Live Chat is a private chat room provided by BREAST CANCER CARE where you can talk about whatever’s on your mind. There are usually between four and 10 people at each session.  Someone from Breast Cancer Care is also on hand to point to sources of help and information.

    To find out more or to start your chat see

    https://www.breastcancercare.org.uk/information-support/support-you/someone-talk/live-chat

    They have two live chat sessions, one for primary and one for secondary cancer.

    You will need to register before you chat, but once registered you can chat in confidence that what you say is confidential

    Chat times are as follows


    Breast Cancer Care Chat: Primary Breast Cancer


    Monthly themed sessions for people with a diagnosis of primary disease.

    There is a nurse on hand on the last Tuesday of the month, 3-4pm.

    Breast Cancer Care Chat: Secondary Breast Cancer


    Weekly sessions for people with a diagnosis of secondary cancer on Tuesday evenings, 8.30-9.30pm.

    There’s also a monthly themed chat for people with a diagnosis of secondary disease. A nurse present on the last Wednesday of each month, 1.30-2.30pm.

    Related Articles


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  66. Talking to someone with cancer: Five point guide from Cancer Care Parcel


     It's sometimes not easy to know what to say to someone with cancer.  But its important for both you and them that you don't avoid them or the subject.  This can make things very difficult for you in the long run.



    Here are five pointers to get you "talking cancer"


    (your comments and suggestions are welcome)

    1. If you are not sure what to say or even whether they want to talk about it, let them take the lead. If they want to talk they will and you should be a good listener.  Some people want to talk about everything, some people don't want to talk about it at all.  There is no right or wrong way for a cancer patient to behave.

    2. It's ok to ask if they want to talk about it, you just need to respect their answer.  In fact, it may be best to ask, unless they start the conversation first and then let them take the conversation where they choose.

    3. Silence is sometimes better than noise.  It helps people think and they may have a lot going on in their minds. If there is silence its Ok to wait until something is said, if you have nothing to say.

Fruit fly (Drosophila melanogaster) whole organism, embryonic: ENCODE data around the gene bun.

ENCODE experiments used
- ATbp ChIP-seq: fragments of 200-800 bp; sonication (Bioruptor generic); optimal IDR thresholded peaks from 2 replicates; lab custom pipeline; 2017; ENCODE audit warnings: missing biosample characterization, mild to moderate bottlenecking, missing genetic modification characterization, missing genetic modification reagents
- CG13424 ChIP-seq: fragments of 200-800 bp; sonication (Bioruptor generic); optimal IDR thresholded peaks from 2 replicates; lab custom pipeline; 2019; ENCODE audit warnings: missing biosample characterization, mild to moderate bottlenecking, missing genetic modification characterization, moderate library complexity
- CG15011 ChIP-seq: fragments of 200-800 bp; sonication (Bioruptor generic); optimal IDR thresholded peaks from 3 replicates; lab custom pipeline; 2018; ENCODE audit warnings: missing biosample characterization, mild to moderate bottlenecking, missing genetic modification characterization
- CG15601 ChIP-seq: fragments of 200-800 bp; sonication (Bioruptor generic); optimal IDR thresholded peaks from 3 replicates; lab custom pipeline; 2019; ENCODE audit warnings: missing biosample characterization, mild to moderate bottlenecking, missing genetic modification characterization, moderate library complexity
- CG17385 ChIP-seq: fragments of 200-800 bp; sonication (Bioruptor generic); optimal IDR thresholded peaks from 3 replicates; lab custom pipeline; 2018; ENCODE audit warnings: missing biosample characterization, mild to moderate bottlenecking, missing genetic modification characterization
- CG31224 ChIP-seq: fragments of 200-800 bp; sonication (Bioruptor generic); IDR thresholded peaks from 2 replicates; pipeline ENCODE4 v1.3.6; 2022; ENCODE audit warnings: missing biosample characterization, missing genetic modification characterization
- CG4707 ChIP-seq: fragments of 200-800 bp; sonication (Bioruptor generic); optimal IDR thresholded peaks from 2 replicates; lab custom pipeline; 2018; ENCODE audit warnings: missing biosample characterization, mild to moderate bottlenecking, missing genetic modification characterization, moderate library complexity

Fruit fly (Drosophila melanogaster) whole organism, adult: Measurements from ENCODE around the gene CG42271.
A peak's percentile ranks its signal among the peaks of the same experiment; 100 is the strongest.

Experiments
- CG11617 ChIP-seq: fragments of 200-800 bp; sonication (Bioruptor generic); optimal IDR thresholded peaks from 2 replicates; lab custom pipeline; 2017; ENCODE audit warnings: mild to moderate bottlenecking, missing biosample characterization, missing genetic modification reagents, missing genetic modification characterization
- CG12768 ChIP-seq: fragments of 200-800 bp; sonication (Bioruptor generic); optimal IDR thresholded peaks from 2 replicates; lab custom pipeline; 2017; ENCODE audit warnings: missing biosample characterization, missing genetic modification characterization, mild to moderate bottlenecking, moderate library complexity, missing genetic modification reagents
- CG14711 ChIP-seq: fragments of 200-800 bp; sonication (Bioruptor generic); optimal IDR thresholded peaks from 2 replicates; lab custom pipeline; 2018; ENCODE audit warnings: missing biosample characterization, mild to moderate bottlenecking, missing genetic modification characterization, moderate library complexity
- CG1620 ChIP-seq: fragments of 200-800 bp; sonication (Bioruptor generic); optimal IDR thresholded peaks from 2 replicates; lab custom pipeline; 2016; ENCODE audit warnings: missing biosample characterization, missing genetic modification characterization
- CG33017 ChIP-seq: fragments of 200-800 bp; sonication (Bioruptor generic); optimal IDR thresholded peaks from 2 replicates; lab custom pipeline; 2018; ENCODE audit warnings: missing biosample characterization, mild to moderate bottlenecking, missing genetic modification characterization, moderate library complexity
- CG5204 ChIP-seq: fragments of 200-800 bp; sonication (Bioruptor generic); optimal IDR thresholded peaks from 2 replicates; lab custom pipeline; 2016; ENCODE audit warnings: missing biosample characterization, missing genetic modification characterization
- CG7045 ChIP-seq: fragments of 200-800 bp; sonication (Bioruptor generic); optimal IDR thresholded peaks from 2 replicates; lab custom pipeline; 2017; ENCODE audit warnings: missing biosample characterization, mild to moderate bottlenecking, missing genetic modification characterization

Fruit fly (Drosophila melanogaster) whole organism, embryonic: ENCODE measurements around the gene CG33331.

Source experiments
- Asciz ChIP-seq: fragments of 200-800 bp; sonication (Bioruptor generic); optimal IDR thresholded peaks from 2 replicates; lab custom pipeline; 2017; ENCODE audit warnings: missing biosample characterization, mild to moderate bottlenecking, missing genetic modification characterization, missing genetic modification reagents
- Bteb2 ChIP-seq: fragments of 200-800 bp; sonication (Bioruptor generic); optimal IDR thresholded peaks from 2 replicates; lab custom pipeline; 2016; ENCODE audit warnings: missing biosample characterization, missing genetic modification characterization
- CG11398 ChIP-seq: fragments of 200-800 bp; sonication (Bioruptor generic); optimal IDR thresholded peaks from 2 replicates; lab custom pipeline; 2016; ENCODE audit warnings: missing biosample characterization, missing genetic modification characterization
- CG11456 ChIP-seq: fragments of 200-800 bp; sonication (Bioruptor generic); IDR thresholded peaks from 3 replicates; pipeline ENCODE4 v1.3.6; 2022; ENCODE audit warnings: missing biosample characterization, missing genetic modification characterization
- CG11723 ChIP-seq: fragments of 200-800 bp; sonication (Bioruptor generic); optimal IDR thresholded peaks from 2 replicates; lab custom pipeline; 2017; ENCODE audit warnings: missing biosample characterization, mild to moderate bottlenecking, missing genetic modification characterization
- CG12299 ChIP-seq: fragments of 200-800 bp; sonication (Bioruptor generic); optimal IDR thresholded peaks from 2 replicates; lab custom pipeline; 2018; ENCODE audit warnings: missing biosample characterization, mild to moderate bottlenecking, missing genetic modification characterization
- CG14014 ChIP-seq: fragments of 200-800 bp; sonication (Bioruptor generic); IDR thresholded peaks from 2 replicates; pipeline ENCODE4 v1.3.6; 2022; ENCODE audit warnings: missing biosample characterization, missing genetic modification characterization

4. "Talking cancer" or about anything too much just because you think you should may be annoying,  it may suggest that you are not paying attention to the persons needs.

    5. Smiling, and warm looks can get past the barriers of the illness to the person you know and love, if you don't know them that well, silence, listening and showing understanding may be best.  Warm touches for comfort may or may not be welcome and you need think if you would do this to the person anyway if they were upset about something else.


    Six Starting Points When Talking To Someone With Cancer

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  67. All Set for Teapot Trust Fundraising Endurance FeatIn order to raise funds and awareness for Scotland based charity the Teapot Trust, four courageous men are setting out to endure the toughest challenge in Europe this month. The Enduroman’s Arch to Arc Event starts in London and finishes in Paris, connecting two of the world’s most beautiful cities.

    The Teapot Trust is an East Lothian-based charity that provides hospital-based art therapy to children with chronic illnesses. The charity’s co-founder, Dr John Young, 51, alongside his good friends Richard Hobson, 51, Stuart Macleod, 44, and Alan Cardwell, 49 are all taking part in this amazing challenge.

    Gullane resident John and his wife Laura founded the Teapot Trust in 2010 after seeing the gaps in the care of their daughter Verity, who suffered from Lupus (Systemic Lupus Erythematosus) and also cancer before her tragic death at the age of eight, in 2009.

    Beginning at Marble Arch, London John and the team will start the challenge with an 87 mile run to Dover, Kent. They will then complete the notoriously difficult 21 mile channel swim to France. Finally, the team will cycle 180 miles from Calais to the Arc de Triomphe in Paris.

    ‘The Teapotters’ team will be completing this challenge in the form of a relay, where each member competes in 60 minute durations. The event will be taking place in the last week of September 2016, with the team’s boat due to depart on Thursday 29 September 2016.

    John Young said,

    “We are incredibly proud of what the Teapot Trust has achieved over the years, and fundraising events like the Arch to Arc challenge are fantastic ways to raise awareness and funds for the charity.
    “Art therapy makes a huge difference to the lives of so many chronically ill children by helping them to relax, communicate or express themselves.

    “The Teapot Trust relies completely on donations to continue its operations and so we would like to use this opportunity to raise as much awareness and funds as possible through this tough challenge.”

    In 2015, the Teapot Trust provided over 3,000 hours of art therapy and interacted with 5,215 children. The Prime Minister, David Cameron in June 2015, in recognition of their outstanding contributions to the community, named the couple as ‘Points of Lights’.

    The charity works across Scotland in Edinburgh, Glasgow, Inverness, Dundee, Aberdeen, Kirkcaldy and Melrose as well as in Great Ormond Street Hospital in London.

    The aim is to continue to provide the current services and to fundraise for a programme of research. The Teapot Trust also hopes to begin one-on-one work in the Borders and begin a group art therapy session in the outpatients department of St John’s Hospital, West Lothian.